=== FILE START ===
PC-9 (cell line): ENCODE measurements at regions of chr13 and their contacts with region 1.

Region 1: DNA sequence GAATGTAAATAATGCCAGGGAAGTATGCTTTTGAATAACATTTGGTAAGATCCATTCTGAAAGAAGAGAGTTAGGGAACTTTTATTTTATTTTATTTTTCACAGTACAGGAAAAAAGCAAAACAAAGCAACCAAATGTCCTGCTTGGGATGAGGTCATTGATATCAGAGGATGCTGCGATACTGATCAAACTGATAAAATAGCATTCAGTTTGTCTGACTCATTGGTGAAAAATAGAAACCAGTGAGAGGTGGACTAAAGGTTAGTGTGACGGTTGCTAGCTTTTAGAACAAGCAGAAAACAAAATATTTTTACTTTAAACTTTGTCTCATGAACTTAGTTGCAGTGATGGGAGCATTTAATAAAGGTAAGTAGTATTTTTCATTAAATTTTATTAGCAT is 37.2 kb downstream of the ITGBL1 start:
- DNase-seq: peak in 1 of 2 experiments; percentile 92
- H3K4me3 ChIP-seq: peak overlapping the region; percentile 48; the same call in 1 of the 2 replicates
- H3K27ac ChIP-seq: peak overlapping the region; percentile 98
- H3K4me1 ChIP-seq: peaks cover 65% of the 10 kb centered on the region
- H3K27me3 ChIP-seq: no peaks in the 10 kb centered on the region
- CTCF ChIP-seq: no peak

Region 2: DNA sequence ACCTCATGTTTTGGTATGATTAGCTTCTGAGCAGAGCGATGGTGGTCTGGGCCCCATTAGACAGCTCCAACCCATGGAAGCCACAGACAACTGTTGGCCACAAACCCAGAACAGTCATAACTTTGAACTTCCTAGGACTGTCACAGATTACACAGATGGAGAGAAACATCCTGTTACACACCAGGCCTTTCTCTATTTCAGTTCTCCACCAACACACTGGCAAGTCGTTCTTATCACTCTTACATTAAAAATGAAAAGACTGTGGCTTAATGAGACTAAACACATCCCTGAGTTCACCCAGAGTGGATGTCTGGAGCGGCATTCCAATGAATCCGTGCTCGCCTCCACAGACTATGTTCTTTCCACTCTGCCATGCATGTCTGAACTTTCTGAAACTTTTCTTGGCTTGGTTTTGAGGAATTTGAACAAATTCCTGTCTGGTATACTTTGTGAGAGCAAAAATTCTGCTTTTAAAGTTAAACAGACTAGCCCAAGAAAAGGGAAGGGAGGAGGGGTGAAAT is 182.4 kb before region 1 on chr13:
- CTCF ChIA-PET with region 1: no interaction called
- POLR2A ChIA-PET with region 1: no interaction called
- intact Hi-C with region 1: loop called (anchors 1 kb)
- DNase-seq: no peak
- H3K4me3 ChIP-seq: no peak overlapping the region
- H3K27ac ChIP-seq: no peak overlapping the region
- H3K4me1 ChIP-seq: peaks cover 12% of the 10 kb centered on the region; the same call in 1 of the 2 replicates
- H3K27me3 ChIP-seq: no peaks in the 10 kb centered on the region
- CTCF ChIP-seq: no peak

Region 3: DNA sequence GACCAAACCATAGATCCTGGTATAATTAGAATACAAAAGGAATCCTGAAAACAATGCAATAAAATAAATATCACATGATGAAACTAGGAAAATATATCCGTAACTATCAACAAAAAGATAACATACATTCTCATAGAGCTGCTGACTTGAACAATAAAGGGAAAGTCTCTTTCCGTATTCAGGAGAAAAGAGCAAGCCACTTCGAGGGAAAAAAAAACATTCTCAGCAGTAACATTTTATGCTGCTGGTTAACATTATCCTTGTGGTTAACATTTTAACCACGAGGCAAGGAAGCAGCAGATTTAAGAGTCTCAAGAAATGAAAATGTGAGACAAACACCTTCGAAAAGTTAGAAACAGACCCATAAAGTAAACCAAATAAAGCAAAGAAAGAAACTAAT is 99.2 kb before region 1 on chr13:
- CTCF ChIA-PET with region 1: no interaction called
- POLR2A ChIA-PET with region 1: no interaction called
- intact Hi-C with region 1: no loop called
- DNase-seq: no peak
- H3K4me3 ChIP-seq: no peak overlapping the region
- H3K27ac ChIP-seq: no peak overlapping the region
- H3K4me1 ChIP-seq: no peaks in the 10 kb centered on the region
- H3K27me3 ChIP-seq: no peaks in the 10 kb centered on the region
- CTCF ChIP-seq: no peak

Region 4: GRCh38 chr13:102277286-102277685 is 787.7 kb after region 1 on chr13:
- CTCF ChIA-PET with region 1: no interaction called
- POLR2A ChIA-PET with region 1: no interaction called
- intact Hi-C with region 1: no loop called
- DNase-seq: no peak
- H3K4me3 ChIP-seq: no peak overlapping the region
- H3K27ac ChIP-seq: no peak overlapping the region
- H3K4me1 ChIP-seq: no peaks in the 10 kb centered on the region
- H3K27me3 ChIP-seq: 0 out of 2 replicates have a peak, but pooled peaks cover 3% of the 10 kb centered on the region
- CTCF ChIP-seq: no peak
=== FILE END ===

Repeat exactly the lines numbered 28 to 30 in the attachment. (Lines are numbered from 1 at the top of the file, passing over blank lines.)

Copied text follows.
- CTCF ChIP-seq: no peak

Region 4: GRCh38 chr13:102277286-102277685 is 787.7 kb after region 1 on chr13:
- CTCF ChIA-PET with region 1: no interaction called